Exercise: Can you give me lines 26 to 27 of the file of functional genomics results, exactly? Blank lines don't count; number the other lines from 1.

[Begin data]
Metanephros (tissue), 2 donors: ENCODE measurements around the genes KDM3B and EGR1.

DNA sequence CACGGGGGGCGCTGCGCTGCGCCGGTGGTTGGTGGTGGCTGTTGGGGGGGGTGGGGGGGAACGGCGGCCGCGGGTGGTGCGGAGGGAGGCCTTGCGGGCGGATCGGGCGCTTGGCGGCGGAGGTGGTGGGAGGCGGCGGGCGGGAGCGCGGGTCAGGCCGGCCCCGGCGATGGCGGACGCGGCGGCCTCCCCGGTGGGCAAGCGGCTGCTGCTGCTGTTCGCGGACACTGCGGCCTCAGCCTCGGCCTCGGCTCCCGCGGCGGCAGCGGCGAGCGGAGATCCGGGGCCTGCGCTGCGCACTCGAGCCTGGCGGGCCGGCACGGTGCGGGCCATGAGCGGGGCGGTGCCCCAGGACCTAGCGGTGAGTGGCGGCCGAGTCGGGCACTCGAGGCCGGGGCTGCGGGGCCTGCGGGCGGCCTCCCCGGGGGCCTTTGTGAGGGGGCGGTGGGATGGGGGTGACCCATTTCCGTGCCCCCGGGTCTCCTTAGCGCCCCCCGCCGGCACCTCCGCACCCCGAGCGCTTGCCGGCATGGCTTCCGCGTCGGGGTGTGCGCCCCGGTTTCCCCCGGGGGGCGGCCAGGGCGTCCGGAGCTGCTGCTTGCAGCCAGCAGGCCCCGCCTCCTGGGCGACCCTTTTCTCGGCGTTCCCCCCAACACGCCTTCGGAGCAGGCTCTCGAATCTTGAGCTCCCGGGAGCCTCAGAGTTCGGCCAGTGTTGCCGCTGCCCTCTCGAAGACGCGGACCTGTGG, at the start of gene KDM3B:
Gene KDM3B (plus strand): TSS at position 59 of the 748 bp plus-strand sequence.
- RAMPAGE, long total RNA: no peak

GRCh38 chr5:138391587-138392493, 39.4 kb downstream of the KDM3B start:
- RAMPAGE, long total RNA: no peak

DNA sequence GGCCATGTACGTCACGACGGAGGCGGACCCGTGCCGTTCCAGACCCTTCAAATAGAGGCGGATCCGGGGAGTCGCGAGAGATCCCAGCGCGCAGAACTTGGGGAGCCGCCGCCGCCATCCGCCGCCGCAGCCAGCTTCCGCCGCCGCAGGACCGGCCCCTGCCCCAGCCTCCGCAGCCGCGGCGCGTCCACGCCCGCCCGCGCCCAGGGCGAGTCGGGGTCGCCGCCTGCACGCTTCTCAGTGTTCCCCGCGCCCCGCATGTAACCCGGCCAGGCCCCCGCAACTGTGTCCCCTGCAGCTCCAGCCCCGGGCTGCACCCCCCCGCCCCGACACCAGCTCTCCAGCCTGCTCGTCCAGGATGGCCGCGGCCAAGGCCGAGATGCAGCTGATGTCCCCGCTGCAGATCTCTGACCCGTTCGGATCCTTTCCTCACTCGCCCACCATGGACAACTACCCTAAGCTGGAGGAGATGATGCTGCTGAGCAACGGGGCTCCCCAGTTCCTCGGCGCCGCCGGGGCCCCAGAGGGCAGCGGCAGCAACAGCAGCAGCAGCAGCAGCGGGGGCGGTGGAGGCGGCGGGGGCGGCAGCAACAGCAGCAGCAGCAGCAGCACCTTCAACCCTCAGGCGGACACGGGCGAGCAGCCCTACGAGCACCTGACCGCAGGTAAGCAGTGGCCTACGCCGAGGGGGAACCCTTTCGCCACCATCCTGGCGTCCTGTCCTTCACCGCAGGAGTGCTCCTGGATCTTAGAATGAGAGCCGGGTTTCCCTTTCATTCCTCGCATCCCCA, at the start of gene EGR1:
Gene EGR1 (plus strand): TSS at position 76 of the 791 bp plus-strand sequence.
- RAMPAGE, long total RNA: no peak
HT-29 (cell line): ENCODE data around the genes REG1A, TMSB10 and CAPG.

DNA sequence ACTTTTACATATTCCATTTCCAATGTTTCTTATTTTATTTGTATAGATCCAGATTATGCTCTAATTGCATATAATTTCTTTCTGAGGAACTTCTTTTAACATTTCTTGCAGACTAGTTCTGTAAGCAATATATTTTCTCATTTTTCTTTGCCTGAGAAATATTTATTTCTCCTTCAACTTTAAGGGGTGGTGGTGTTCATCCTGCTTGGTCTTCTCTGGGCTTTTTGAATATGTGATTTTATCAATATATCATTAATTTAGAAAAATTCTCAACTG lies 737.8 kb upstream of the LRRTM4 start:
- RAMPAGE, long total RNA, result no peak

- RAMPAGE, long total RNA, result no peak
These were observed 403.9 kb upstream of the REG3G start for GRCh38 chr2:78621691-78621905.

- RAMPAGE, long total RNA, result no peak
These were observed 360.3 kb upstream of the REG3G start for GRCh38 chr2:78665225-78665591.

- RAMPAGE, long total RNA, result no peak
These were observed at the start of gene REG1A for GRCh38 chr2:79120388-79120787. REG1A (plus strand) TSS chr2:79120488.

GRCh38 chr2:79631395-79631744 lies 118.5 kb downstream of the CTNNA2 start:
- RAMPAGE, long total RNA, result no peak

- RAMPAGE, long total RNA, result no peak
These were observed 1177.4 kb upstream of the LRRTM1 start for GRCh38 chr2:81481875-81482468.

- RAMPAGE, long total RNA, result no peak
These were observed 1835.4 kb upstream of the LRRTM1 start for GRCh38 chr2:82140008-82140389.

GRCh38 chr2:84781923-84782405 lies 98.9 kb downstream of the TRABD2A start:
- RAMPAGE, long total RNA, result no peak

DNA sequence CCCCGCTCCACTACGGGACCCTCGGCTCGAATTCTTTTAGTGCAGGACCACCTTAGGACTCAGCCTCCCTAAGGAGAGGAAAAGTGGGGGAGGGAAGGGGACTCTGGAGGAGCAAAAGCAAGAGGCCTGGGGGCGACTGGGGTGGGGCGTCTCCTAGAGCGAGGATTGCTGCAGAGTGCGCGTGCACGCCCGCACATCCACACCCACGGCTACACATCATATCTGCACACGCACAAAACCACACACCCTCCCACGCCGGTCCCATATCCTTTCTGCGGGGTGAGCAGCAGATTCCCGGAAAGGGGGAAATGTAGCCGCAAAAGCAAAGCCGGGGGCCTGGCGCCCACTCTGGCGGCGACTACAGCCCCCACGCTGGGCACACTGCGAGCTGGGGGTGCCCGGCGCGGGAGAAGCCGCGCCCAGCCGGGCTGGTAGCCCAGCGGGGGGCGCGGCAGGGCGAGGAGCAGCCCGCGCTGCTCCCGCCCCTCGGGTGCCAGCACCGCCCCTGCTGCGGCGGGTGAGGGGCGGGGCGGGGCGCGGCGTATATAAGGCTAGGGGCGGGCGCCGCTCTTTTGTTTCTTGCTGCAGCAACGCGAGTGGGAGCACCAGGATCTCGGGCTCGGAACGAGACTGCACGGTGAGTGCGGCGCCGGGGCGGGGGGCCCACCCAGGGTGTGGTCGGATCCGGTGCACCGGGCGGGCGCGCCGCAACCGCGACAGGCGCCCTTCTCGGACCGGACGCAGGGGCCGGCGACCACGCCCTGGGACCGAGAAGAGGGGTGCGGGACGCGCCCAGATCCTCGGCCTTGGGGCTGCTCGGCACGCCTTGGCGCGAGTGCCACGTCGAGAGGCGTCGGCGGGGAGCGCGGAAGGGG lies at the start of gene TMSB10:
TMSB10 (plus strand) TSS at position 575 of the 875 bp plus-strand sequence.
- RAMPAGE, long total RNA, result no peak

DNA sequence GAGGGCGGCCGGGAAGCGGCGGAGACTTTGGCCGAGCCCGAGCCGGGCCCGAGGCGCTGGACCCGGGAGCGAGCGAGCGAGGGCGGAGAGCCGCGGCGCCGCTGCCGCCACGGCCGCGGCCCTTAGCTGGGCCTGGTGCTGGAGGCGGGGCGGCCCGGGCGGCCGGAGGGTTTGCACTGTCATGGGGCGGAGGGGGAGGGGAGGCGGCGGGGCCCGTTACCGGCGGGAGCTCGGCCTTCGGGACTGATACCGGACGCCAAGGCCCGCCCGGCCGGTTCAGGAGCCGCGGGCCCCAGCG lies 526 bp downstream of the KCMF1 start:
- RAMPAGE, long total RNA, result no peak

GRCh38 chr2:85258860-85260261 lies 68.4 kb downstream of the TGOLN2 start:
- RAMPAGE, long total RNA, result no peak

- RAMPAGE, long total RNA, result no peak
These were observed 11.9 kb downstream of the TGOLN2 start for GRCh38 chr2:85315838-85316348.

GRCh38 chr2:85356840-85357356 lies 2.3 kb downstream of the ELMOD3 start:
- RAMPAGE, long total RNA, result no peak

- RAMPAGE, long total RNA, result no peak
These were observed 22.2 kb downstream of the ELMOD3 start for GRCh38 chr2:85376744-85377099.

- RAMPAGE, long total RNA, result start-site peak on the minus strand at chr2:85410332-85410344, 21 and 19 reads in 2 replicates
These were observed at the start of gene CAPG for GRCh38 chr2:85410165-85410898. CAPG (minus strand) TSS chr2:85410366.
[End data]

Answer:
- RAMPAGE, long total RNA, result no peak

DNA sequence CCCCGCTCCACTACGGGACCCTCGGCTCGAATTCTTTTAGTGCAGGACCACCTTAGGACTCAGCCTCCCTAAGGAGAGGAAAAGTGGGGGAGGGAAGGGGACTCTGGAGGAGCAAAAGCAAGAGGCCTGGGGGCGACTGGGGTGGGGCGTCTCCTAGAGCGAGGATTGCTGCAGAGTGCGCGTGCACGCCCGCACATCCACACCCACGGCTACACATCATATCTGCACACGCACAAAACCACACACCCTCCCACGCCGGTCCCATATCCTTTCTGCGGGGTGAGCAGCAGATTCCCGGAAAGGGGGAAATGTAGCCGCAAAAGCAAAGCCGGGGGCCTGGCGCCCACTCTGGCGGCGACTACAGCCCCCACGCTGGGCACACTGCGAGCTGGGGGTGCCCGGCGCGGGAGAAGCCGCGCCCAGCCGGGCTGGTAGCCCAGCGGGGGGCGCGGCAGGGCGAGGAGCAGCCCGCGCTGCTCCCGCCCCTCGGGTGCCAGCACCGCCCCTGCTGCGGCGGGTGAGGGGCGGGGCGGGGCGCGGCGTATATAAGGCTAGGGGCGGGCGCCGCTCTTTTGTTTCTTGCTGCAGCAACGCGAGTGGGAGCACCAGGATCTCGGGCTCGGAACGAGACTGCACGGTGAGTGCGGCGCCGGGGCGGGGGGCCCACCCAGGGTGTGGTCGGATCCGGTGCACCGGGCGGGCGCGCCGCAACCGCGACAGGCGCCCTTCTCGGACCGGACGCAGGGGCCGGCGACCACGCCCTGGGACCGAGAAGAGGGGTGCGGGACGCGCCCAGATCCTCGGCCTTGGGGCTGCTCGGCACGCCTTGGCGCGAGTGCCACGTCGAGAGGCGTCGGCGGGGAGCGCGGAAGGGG lies at the start of gene TMSB10: